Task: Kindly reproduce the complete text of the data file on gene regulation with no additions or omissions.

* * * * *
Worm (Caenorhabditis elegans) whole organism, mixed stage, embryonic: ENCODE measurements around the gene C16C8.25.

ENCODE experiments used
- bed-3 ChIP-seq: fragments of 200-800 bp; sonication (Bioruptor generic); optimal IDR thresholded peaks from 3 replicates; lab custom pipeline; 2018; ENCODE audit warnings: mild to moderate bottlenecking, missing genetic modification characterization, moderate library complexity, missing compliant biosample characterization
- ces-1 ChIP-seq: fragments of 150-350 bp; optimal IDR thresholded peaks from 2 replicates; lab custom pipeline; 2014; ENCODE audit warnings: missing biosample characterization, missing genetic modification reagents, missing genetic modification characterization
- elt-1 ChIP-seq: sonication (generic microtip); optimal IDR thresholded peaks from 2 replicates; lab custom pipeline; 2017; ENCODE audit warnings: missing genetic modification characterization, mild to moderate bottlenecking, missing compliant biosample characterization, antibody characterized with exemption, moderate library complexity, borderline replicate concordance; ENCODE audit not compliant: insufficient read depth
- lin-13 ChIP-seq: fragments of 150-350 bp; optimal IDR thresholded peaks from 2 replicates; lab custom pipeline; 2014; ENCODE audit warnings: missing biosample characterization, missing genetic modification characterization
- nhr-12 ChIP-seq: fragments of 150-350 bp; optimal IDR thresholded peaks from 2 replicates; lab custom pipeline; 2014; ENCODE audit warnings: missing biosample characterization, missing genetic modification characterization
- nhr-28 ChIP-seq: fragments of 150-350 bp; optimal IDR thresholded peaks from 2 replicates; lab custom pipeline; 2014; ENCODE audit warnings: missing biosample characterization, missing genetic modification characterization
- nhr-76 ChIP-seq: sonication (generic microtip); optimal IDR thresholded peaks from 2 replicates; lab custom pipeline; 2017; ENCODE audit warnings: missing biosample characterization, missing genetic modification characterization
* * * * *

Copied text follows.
Worm (Caenorhabditis elegans) whole organism, mixed stage, embryonic: ENCODE measurements around the gene C16C8.25.

ENCODE experiments used
- bed-3 ChIP-seq: fragments of 200-800 bp; sonication (Bioruptor generic); optimal IDR thresholded peaks from 3 replicates; lab custom pipeline; 2018; ENCODE audit warnings: mild to moderate bottlenecking, missing genetic modification characterization, moderate library complexity, missing compliant biosample characterization
- ces-1 ChIP-seq: fragments of 150-350 bp; optimal IDR thresholded peaks from 2 replicates; lab custom pipeline; 2014; ENCODE audit warnings: missing biosample characterization, missing genetic modification reagents, missing genetic modification characterization
- elt-1 ChIP-seq: sonication (generic microtip); optimal IDR thresholded peaks from 2 replicates; lab custom pipeline; 2017; ENCODE audit warnings: missing genetic modification characterization, mild to moderate bottlenecking, missing compliant biosample characterization, antibody characterized with exemption, moderate library complexity, borderline replicate concordance; ENCODE audit not compliant: insufficient read depth
- lin-13 ChIP-seq: fragments of 150-350 bp; optimal IDR thresholded peaks from 2 replicates; lab custom pipeline; 2014; ENCODE audit warnings: missing biosample characterization, missing genetic modification characterization
- nhr-12 ChIP-seq: fragments of 150-350 bp; optimal IDR thresholded peaks from 2 replicates; lab custom pipeline; 2014; ENCODE audit warnings: missing biosample characterization, missing genetic modification characterization
- nhr-28 ChIP-seq: fragments of 150-350 bp; optimal IDR thresholded peaks from 2 replicates; lab custom pipeline; 2014; ENCODE audit warnings: missing biosample characterization, missing genetic modification characterization
- nhr-76 ChIP-seq: sonication (generic microtip); optimal IDR thresholded peaks from 2 replicates; lab custom pipeline; 2017; ENCODE audit warnings: missing biosample characterization, missing genetic modification characterization